• Úl - bread. Bread is made mainly in the fall from grains harvested wild from the tundra as well as farmed grain.
    • Úl, Aatúl - bannock, a fried flatbread. Generally the bread referred to by úl.
    • Susqotúl - rice bread, often containing potato flour and other ingredients.
    • Binaatúl - acorn pancakes. Un-bittered acorn meal is mixed with wheat or other flour, sweet sap, lard and egg or blood, and then fried.
    • Simmúl - Seaweed "bread." There are many varieties with different flavours, ingredients, textures, and cooking styles, from thin salty wafers to a softer, flaky, somewhat gelatinous "bread pudding." Made from sometimes-desalinified kelp and/or dulse, yeast, and often carageenan from red algae, and sometimes thickened with egg or blood.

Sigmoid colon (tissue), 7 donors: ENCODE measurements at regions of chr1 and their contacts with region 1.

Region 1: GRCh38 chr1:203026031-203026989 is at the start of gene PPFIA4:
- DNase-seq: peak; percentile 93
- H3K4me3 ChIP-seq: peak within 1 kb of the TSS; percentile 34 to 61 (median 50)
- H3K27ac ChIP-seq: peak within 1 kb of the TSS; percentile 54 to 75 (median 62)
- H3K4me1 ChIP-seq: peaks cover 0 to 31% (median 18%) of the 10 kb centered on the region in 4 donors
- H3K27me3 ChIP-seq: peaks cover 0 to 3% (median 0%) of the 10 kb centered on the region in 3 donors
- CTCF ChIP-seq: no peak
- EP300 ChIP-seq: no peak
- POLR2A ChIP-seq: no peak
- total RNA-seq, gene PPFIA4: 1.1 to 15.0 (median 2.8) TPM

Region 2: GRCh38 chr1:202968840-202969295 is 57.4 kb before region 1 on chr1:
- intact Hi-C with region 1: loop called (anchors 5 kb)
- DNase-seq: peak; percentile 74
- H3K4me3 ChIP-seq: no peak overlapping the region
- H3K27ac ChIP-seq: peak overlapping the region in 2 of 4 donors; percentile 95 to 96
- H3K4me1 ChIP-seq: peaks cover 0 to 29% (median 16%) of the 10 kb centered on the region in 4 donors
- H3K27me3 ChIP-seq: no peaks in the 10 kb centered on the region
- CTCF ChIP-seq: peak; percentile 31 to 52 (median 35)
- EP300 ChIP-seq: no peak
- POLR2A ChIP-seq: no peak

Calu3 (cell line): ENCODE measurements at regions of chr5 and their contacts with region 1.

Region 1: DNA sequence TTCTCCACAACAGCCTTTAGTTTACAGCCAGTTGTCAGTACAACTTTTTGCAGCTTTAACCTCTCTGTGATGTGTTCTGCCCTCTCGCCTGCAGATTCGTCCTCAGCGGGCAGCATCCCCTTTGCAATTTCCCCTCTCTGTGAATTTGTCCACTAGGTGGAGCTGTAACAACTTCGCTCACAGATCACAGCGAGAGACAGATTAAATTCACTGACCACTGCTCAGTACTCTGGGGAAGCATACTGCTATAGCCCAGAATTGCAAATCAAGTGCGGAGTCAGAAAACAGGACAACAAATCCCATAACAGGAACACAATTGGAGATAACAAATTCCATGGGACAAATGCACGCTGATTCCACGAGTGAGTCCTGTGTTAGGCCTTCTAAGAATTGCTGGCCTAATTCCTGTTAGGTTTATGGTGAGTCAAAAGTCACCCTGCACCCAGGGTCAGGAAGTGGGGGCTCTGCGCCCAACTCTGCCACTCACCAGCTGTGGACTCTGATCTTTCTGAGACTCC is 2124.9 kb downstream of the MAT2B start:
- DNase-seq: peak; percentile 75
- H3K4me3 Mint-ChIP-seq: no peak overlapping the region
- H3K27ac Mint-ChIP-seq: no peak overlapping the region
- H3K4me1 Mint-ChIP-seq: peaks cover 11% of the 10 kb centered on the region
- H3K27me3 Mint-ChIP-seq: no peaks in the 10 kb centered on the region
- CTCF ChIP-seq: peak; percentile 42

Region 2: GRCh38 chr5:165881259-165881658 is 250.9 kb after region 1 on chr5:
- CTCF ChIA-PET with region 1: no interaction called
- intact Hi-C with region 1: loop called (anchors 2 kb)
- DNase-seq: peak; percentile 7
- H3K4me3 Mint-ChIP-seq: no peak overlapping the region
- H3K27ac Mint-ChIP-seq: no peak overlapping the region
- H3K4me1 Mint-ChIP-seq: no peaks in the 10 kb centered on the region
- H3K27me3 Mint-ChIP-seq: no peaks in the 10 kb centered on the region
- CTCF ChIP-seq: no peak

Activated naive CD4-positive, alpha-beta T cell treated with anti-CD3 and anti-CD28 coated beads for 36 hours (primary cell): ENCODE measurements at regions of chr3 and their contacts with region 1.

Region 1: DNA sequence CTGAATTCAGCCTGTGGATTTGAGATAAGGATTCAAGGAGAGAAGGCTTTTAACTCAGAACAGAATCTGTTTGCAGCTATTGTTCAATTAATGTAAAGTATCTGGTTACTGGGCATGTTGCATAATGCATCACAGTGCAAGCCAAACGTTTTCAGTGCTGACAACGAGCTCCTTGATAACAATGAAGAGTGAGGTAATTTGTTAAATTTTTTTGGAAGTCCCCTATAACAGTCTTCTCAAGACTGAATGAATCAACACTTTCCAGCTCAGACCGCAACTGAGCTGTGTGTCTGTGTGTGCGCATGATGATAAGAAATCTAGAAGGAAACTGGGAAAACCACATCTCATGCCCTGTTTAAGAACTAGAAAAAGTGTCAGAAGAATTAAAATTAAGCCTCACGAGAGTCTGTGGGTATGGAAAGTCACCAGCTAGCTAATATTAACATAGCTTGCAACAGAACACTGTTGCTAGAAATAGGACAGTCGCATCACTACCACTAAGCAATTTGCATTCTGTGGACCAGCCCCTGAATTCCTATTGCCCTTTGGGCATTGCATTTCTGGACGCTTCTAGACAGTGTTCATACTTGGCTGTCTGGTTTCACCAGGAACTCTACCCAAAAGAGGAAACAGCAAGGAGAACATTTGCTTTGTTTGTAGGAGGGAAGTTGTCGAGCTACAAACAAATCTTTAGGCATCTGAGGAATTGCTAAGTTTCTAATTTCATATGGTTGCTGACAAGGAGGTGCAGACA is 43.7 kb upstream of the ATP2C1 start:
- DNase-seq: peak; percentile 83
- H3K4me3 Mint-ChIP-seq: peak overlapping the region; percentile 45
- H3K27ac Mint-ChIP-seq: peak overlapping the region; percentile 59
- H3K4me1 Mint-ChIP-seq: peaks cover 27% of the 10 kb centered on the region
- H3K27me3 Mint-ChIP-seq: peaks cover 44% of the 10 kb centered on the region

• Bíttul - lichen bread. Made by boiling Iceland moss or reindeer lichen with wheat flour and salt; yeast is introduced and then the bread is baked. Ingredient ratios and resulting texture vary depending on the availability of wheat. Often served with syrup, honey or fruit.

  • Áwegehna - Pemmican. Fat or blubber is reduced, concentrated, and mixed with powdered or chunked pre-cooked meat, and sometimes powdered berries or grains, and then allowed to set. A similar food, Ninehna, is made with milk fat in place of lard, and formed into a sort of cheese.
  • Kluusogttagliy - fermented meat.
    • Kluusogttatuh - fermented fish. Usually small forage fish such as herring or sardines are used. The fish are fermented whole in brine in the waterproof stomach of a large mammal for several months. (This is not quite as pungent as Surströmming - usually.)
    • Kluusogttalápmuwn - fermented meat of sea-mammals. Steaks of seals or whales (or sometimes land mammals (kluusogttamuwn)) are lightly salted and then stored underground to ferment and freeze over the winter.